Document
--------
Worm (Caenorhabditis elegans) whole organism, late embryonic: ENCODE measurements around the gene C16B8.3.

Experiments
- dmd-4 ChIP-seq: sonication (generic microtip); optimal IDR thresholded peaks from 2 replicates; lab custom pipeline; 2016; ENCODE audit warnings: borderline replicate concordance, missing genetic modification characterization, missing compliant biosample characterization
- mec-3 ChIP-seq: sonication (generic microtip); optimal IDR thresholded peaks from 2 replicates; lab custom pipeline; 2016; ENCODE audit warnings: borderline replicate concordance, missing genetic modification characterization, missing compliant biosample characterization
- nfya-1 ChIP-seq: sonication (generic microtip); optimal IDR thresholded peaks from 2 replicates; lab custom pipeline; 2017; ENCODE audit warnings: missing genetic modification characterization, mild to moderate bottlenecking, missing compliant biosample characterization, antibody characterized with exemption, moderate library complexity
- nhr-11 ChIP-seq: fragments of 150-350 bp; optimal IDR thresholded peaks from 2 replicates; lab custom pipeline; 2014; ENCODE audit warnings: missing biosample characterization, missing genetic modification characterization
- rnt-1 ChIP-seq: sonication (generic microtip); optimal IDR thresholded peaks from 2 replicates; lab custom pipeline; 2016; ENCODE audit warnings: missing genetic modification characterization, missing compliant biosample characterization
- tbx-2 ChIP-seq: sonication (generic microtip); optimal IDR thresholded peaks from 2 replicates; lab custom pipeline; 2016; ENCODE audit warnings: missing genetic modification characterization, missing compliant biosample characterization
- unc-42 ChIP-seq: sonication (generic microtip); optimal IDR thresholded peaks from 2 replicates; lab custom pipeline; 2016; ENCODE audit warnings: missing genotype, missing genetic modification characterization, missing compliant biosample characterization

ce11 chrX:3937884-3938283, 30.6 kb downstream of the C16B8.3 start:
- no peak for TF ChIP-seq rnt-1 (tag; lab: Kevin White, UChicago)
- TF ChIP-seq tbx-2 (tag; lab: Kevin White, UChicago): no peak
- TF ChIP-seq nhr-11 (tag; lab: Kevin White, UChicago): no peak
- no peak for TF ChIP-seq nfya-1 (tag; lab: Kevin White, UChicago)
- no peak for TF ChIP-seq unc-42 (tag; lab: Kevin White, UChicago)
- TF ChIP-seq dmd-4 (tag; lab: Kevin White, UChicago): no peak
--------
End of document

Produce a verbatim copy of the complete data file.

Worm (Caenorhabditis elegans) whole organism, late embryonic: ENCODE measurements around the gene C16B8.3.

Experiments
- dmd-4 ChIP-seq: sonication (generic microtip); optimal IDR thresholded peaks from 2 replicates; lab custom pipeline; 2016; ENCODE audit warnings: borderline replicate concordance, missing genetic modification characterization, missing compliant biosample characterization
- mec-3 ChIP-seq: sonication (generic microtip); optimal IDR thresholded peaks from 2 replicates; lab custom pipeline; 2016; ENCODE audit warnings: borderline replicate concordance, missing genetic modification characterization, missing compliant biosample characterization
- nfya-1 ChIP-seq: sonication (generic microtip); optimal IDR thresholded peaks from 2 replicates; lab custom pipeline; 2017; ENCODE audit warnings: missing genetic modification characterization, mild to moderate bottlenecking, missing compliant biosample characterization, antibody characterized with exemption, moderate library complexity
- nhr-11 ChIP-seq: fragments of 150-350 bp; optimal IDR thresholded peaks from 2 replicates; lab custom pipeline; 2014; ENCODE audit warnings: missing biosample characterization, missing genetic modification characterization
- rnt-1 ChIP-seq: sonication (generic microtip); optimal IDR thresholded peaks from 2 replicates; lab custom pipeline; 2016; ENCODE audit warnings: missing genetic modification characterization, missing compliant biosample characterization
- tbx-2 ChIP-seq: sonication (generic microtip); optimal IDR thresholded peaks from 2 replicates; lab custom pipeline; 2016; ENCODE audit warnings: missing genetic modification characterization, missing compliant biosample characterization
- unc-42 ChIP-seq: sonication (generic microtip); optimal IDR thresholded peaks from 2 replicates; lab custom pipeline; 2016; ENCODE audit warnings: missing genotype, missing genetic modification characterization, missing compliant biosample characterization

ce11 chrX:3937884-3938283, 30.6 kb downstream of the C16B8.3 start:
- no peak for TF ChIP-seq rnt-1 (tag; lab: Kevin White, UChicago)
- TF ChIP-seq tbx-2 (tag; lab: Kevin White, UChicago): no peak
- TF ChIP-seq nhr-11 (tag; lab: Kevin White, UChicago): no peak
- no peak for TF ChIP-seq nfya-1 (tag; lab: Kevin White, UChicago)
- no peak for TF ChIP-seq unc-42 (tag; lab: Kevin White, UChicago)
- TF ChIP-seq dmd-4 (tag; lab: Kevin White, UChicago): no peak